A Yearlong Study into Gambling Initiated by the State of Illinois
Just a few months after Illinois legalized sports betting, the Illinois Department of Human Services (IDHS) has announced that it is carrying out a yearlong study into gambling and gambling addiction.
At present, sports betting is legal in Illinois for anyone over the age of 21, and it is available through apps such as DraftKing. However, experts are worried that the ease with which bets can be placed will lead to a significant increase in gambling addiction.
The administrator of the Illinois Council on Problem Gambling, Bill Johnson, said that while they have not yet seen an increase, they do expect to in the current year. He also pointed out that the last such study was done in 1990, and that given how much the gambling world has changed over the last thirty years, another study is long overdue.
The secretary of the Illinois Department of Human Services, Grace Hou, released a statement saying, “Understanding the pervasiveness of gambling disorder will allow us to target communities that may be disproportionality impacted by the expansion of gambling in the state.”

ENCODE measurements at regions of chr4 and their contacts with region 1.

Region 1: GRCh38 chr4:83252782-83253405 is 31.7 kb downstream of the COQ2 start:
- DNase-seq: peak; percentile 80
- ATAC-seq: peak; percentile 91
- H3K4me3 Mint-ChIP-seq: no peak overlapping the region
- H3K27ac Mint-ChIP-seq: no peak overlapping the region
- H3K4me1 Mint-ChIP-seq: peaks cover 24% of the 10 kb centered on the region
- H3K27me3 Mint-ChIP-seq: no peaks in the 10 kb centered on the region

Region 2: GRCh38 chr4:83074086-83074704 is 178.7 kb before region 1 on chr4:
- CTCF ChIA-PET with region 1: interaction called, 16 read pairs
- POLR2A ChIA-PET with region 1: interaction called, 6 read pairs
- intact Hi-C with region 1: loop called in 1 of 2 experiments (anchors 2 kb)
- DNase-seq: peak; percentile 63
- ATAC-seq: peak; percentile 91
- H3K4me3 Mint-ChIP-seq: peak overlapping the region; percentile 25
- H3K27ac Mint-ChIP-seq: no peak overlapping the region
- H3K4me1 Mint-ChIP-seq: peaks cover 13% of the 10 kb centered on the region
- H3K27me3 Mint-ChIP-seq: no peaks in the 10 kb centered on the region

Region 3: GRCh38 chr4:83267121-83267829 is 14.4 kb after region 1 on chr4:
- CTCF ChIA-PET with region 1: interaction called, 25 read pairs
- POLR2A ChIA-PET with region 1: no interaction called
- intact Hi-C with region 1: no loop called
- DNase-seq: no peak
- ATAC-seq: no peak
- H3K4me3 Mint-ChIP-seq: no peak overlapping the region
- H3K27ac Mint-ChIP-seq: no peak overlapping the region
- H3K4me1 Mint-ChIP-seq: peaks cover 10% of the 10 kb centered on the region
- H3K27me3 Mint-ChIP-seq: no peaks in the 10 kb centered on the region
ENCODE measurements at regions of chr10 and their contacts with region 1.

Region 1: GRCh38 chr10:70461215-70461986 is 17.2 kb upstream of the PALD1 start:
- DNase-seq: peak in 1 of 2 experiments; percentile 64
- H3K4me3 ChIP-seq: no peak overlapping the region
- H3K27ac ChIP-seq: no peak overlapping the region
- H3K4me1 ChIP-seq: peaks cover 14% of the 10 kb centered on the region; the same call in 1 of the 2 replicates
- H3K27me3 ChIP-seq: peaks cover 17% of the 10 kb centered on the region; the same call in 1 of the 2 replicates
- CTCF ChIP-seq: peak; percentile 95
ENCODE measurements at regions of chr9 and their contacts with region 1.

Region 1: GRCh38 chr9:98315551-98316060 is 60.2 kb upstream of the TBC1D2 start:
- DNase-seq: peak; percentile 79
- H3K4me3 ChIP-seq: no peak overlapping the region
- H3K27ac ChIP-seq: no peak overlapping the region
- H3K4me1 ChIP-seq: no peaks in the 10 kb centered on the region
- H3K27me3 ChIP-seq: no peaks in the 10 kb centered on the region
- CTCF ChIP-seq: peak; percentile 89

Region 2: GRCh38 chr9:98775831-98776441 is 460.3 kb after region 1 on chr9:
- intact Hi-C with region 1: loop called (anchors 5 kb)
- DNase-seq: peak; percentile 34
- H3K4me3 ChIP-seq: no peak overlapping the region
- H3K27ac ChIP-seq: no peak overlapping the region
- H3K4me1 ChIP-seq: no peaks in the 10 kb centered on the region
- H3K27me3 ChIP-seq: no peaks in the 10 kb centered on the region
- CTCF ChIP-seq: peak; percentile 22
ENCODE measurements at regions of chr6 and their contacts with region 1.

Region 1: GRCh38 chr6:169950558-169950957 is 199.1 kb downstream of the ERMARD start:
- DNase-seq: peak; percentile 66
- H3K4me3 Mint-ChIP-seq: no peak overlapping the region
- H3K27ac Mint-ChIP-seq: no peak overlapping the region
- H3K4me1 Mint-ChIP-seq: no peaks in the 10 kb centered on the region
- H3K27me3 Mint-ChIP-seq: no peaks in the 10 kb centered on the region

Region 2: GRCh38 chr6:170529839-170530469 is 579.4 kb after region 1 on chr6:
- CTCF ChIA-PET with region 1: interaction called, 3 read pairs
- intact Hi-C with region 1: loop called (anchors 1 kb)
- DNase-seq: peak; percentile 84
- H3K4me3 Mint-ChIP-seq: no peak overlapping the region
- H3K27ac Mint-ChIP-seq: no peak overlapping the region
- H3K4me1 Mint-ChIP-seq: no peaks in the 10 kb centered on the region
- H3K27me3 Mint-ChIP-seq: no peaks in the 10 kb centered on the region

In September, sports betting in the state reached $300 million, and the study is expected to cost $500,000.
Sara Bahn, a psychologist at the Behavioral Health Center, also welcomed the study and said she “would certainly support any studies that would give us information needed to figure out where to go with helping any area of addiction.”
At present, the Illinois Council on Problem Gambling operates a 24/7 hotline for gambling addiction, and Johnson said that he expects the call volume to increase significantly over the coming years as he believes that gambling has never before been so accessible. He also said that around 2% of people who gamble go on to develop addictions and that he hopes the study will find a way to bring this down.
Bahn also said that the accessibility of gambling is a worry, “Just having something right in front of you, available, accessible, easy. Comfortability is certainly a player in addictions.”